Reproduction is aquatic . Coast range newts migrate to breeding sites from December to early May, depending on environmental conditions . Egg masses (up to 3.5 cm in diameter) are attached to sticks or vegetation in flowing or nonflowing water. In southern California, egg masses are commonly laid under rocks in quiet stream pools [7, 11, 12]. The average larval stage lasts from March to October . Once metamorphosis is complete, the coastal range newt will migrate upland and not return for about 3 years once sexual maturity has developed. Mating at any one site can last 3-12 weeks. In all situations, males will arrive earlier and remain longer at breeding sites than females [10, 11].
Terrestrial adults and post metamorphic juveniles are known to feed on earthworms, snails, slugs, sowbugs, and a variety of insects . During breeding events, coast range newts may eat eggs of their own species, as well as the eggs of trout, eggs of amphibians, adult and larval aquatic insects, small crustaceans, snails, and clams [14, 15]. Larvae eat small aquatic invertebrates, decomposing organic matter, and possibly other newt larvae.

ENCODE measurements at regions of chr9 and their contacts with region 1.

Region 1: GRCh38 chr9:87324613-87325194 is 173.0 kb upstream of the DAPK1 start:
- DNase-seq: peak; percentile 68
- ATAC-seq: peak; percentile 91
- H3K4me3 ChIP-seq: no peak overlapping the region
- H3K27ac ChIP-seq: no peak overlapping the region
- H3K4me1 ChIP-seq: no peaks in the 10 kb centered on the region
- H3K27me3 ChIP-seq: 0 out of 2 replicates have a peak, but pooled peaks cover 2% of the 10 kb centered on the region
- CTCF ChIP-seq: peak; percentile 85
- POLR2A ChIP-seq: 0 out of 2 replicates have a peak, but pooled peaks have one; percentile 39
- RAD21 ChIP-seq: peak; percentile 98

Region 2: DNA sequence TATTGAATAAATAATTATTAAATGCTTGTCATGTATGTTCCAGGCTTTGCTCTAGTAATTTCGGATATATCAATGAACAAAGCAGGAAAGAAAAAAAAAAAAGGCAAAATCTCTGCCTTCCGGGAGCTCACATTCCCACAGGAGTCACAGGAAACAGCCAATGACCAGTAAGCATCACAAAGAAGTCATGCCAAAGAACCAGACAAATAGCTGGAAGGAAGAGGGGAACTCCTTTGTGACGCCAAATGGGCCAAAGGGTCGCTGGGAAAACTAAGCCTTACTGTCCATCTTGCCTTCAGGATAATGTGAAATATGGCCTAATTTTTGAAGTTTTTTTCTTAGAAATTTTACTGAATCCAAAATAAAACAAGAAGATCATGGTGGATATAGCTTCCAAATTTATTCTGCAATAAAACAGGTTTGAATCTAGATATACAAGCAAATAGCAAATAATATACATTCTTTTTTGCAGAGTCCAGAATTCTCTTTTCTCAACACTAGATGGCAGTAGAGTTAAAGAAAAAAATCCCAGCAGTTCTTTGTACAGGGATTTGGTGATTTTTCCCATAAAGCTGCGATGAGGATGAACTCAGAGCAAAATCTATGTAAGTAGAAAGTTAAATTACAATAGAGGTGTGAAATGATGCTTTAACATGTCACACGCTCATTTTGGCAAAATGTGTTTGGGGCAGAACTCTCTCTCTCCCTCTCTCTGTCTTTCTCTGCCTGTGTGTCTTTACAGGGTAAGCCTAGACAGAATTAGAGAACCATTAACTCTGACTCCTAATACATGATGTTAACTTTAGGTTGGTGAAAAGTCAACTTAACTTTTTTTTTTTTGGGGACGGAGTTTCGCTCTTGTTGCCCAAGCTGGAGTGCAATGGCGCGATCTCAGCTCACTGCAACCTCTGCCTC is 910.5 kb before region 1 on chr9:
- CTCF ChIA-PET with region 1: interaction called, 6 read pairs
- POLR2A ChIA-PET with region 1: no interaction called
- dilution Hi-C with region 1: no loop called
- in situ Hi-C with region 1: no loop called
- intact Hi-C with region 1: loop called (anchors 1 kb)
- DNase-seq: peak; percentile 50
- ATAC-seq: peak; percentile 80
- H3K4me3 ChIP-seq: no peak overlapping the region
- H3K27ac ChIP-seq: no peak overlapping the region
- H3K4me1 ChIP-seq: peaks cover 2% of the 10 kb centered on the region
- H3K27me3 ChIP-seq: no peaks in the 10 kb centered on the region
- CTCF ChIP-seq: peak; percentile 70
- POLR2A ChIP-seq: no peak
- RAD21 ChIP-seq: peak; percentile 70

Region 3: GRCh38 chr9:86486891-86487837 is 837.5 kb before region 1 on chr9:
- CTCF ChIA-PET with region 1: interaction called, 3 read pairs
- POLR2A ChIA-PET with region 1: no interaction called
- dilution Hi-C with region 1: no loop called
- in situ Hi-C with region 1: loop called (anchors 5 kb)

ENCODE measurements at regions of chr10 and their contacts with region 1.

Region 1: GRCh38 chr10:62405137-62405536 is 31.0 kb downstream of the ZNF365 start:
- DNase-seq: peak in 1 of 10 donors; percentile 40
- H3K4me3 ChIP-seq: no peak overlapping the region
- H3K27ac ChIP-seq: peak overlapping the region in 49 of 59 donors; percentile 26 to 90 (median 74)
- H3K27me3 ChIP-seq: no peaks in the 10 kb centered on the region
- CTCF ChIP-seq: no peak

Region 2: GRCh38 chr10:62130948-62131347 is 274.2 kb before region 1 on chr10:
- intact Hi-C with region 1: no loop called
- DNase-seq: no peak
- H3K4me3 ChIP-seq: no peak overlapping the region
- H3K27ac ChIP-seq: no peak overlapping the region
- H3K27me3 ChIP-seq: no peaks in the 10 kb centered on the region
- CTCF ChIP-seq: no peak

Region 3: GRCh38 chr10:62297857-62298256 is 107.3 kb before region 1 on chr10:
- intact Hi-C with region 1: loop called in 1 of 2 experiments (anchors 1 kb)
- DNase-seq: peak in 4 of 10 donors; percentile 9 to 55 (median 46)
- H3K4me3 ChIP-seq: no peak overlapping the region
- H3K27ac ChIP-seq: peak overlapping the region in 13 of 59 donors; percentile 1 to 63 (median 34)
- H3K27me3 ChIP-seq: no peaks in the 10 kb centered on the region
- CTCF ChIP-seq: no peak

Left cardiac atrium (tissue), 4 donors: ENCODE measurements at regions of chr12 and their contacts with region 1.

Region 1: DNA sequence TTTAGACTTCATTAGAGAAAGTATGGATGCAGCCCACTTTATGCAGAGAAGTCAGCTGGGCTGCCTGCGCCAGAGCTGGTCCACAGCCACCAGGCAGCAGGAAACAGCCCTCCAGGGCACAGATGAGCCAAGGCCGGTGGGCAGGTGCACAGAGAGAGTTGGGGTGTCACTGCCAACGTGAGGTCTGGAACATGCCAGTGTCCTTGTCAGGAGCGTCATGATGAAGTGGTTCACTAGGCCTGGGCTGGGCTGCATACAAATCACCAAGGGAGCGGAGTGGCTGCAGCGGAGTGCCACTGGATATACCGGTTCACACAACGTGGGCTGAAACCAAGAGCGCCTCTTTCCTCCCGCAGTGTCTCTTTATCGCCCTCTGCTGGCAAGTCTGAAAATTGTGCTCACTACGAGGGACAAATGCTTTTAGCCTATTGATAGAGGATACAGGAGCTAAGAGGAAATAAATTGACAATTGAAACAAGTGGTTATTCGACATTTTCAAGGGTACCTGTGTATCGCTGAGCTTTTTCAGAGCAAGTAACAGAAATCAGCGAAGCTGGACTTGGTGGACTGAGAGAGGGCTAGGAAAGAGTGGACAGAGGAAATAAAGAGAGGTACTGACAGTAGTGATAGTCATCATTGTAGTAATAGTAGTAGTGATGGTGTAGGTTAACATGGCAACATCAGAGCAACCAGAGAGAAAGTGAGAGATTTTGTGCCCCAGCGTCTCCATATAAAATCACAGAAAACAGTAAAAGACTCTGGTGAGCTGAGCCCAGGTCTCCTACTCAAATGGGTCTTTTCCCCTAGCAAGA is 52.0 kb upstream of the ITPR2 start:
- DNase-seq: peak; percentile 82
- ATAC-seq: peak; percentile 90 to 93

Coastal range newt’s leave the aquatic habitat within a few weeks of breeding, and aestivate terrestrially during the dry summer months . Ideal habitat is near streams or shallow waters in valley-foothill hardwood and hardwood-conifer habitats.
Threatened from human-caused habitat degradation and loss. Threatened to a much lesser degree by large-scale commercial exploitation . Increased stream sedimentation resulting from erosion caused by human activities and wildlfires has also threatened breeding habitats in some areas [4, 11].Two introduced predators, crayfish (Procambarus clarkii) and mosquitofish (Gambusia affinis), have caused serious declines and eliminated some populations [11, 12]. Many are killed on roads during migration between upland and aquatic breeding sites..
Some verified populations in San Diego County are now extinct . Coast range newt populations south of the Salinas River in Monterey County are considered by the California Department of Fish and Game to be Species of Special Concern .
 Stebbins, R.C. 1985. A Field Guide to Western Reptiles and Amphibians. Second edition. Houghton Mifflin Company, Boston, Massachusetts.